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The harrowing robbery of Kim Kardashian in Paris, Jesse James’ historical bank heists and even notorious bank robber Willie Sutton played into U.S. Supreme Court arguments on Tuesday as the justices wrestled with the level of intent needed to prove federal bank fraud.

The justices heard arguments in Shaw v. United States on the second day of the new term, but the first day of actual arguments. The high court officially opened the new term on Monday but recessed for the Jewish new year Rosh Hashanah after swearing in new members of the Supreme Court bar.

That extra day, and even a little help from the Kardashian, James and Sutton experiences, did little to clarify whether a key section of the 1984 bank fraud statute requires proof of intent to cause harm to a bank or financial institution, or simply to deceive it.

The section in focus simply states that “whoever knowingly executes, or attempts to execute, a scheme or artifice (1) to defraud a financial institution…shall be fined not more than $1 million or imprisoned not more than 30 years or both.”

Deputy federal public defender Koren Bell, representing Lawrence Shaw, argued that the intent to defraud a financial institution must include intent to harm it financially.

“The bank must bear the loss of the scheme,” Bell told the justices.

But assistant to the solicitor general Anthony Yang countered that a scheme to defraud a bank “only requires intent to deceive the bank for the purpose of obtaining something of value.”

Bell’s client, Shaw, lived with the daughter of a Taiwanese businessman, Stanley Hsu, who had opened a Bank of America account while working temporarily in the United States. When Hsu returned to Taiwan, he arranged for his bank statements and related correspondence to go to his daughter. Shaw, while checking the mail, discovered the bank statements and devised a scheme to remove money from the bank account to another account he controlled.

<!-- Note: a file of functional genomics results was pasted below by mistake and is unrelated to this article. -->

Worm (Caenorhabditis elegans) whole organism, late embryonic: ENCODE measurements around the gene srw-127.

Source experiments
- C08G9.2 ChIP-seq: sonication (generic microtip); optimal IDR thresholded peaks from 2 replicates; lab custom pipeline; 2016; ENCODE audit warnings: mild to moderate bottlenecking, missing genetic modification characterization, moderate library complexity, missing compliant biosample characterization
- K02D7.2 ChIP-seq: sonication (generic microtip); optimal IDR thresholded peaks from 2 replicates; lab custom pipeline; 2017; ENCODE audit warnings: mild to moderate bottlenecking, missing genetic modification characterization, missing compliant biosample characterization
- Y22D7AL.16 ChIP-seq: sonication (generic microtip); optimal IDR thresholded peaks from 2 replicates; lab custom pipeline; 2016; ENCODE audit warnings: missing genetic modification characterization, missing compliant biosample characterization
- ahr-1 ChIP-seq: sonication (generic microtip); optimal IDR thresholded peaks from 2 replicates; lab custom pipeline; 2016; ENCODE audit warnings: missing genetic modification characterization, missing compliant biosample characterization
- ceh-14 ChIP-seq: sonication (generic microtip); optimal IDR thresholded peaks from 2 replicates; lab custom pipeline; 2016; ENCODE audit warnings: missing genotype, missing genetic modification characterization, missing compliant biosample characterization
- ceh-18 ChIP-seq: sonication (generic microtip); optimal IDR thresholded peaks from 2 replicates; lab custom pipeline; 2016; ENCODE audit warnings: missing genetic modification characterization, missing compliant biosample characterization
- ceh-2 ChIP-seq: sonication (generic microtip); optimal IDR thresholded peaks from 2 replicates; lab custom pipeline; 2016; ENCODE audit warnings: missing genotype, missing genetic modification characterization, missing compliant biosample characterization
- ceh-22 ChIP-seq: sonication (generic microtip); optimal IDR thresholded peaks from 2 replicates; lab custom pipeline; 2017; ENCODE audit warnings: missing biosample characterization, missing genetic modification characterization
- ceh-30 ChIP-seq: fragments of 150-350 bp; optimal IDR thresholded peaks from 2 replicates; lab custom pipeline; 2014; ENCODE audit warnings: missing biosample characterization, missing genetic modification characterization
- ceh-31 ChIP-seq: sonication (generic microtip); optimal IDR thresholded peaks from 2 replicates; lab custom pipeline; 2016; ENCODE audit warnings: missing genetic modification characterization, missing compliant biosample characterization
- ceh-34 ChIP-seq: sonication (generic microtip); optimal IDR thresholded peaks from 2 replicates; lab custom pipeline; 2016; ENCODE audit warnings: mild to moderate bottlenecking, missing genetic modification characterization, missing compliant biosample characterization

Shaw ultimately took about $307,000 before his scheme was discovered. He was convicted of 14 counts of bank fraud. The U.S. Court of Appeals for the Ninth Circuit affirmed his conviction. The bank returned about $131,000 to Hsu, and PayPal, a conduit of the scheme, returned about $106,000. Hsu lost about $170,000 by failing to notify the bank within 60 days of Shaw’s transactions.

Several justices pressed Bell on whether the bank did bear a loss—a possessory right in the money—in Shaw’s scheme. But she argued that a scheme is a plan with a purpose. “The only thing that matters is what the defendant intends,” she said, and Shaw’s intent was to defraud Hsu, not the bank.

Justice Ruth Bader Ginsburg asked Yang why the government didn’t charge Yang under the second section of the statute, which criminalizes schemes to obtain money—by fraudulent pretenses—that is owned by, or under the control of, a financial institution.

“Because you have to prove a false representation, and crimes on the Internet cause some problems with that,” Yang said.

In 2014, the Supreme Court in Loughrin v. United States held that the second section of the statute does not require proof of intent to cause loss to a bank.

“A decision that holds the bank fraud statute criminalizes any fraudulent scheme that includes, somewhere as part of the crime, an act of deceit aimed at a bank risks wildly expanding the threat of federal prosecution,” said former federal prosecutor Matthew Schwartz of Boies, Schiller & Flexner, who is not involved in the case.

The circuit courts are divided on the intent question. Nine appellate courts have sided with Shaw’s intent-to-harm the financial institution argument; three have held the opposite.